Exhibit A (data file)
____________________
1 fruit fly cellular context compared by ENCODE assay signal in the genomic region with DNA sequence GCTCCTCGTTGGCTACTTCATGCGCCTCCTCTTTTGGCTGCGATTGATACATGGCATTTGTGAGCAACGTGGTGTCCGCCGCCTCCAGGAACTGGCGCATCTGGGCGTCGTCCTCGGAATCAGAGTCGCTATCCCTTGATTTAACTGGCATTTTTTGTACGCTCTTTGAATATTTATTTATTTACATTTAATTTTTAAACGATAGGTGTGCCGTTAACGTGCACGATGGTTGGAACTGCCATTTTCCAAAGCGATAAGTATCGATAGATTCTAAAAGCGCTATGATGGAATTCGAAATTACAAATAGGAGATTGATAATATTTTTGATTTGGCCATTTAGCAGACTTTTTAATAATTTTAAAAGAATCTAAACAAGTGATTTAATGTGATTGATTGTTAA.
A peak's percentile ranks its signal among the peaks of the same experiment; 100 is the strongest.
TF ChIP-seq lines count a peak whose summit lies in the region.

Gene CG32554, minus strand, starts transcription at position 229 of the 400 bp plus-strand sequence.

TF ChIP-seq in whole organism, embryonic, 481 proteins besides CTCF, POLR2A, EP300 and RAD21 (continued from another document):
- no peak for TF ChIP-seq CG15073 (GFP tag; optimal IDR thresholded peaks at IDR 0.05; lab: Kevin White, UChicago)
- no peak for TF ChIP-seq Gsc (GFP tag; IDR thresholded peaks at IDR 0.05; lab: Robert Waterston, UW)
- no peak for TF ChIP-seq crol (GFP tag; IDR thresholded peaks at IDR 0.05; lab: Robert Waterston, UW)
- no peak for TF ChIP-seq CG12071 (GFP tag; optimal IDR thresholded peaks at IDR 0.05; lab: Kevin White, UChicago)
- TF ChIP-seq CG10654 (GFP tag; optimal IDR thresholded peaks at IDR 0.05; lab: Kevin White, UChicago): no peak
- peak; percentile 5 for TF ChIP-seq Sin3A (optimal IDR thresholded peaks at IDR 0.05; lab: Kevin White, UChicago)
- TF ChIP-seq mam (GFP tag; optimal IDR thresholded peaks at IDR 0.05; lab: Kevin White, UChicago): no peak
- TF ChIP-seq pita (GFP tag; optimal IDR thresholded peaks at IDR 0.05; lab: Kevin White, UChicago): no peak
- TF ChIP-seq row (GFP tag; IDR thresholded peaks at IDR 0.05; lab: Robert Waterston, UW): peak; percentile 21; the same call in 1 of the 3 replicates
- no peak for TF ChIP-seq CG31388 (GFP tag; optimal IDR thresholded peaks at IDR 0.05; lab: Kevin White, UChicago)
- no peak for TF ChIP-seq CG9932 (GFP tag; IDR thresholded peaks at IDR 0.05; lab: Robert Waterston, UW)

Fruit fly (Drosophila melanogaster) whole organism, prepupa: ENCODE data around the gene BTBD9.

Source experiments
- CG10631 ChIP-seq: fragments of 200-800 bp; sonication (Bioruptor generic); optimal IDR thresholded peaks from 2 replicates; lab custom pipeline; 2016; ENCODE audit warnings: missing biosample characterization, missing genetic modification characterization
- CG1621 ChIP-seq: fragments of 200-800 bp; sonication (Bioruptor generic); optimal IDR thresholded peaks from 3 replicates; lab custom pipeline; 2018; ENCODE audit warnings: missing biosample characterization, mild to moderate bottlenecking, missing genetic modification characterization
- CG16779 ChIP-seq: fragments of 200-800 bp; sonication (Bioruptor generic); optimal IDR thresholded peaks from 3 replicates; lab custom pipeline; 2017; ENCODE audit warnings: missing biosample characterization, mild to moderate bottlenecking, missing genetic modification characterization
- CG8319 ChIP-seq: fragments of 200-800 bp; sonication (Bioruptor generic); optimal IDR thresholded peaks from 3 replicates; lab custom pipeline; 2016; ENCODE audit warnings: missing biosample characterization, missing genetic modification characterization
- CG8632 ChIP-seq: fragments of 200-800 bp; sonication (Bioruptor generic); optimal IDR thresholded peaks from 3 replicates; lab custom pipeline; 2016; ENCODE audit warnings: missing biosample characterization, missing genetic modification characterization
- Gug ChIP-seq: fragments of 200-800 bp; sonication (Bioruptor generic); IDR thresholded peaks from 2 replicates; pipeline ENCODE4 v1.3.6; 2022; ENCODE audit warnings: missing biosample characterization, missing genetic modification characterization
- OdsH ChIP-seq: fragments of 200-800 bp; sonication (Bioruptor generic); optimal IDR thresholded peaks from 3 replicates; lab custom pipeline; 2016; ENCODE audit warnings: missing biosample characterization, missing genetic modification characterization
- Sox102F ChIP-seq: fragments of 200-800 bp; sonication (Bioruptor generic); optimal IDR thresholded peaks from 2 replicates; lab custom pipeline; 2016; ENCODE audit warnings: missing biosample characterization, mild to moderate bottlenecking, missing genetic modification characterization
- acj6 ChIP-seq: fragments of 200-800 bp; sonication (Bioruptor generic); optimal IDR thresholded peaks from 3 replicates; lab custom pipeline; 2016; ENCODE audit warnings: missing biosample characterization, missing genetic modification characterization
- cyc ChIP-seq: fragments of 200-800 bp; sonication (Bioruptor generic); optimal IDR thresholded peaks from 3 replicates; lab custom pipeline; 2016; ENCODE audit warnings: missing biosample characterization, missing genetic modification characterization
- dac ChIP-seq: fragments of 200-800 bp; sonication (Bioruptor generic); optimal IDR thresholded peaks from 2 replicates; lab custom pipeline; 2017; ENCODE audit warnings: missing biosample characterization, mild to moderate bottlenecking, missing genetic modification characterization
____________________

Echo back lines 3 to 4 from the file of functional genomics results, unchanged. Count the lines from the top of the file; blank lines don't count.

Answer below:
TF ChIP-seq lines count a peak whose summit lies in the region.

Gene CG32554, minus strand, starts transcription at position 229 of the 400 bp plus-strand sequence.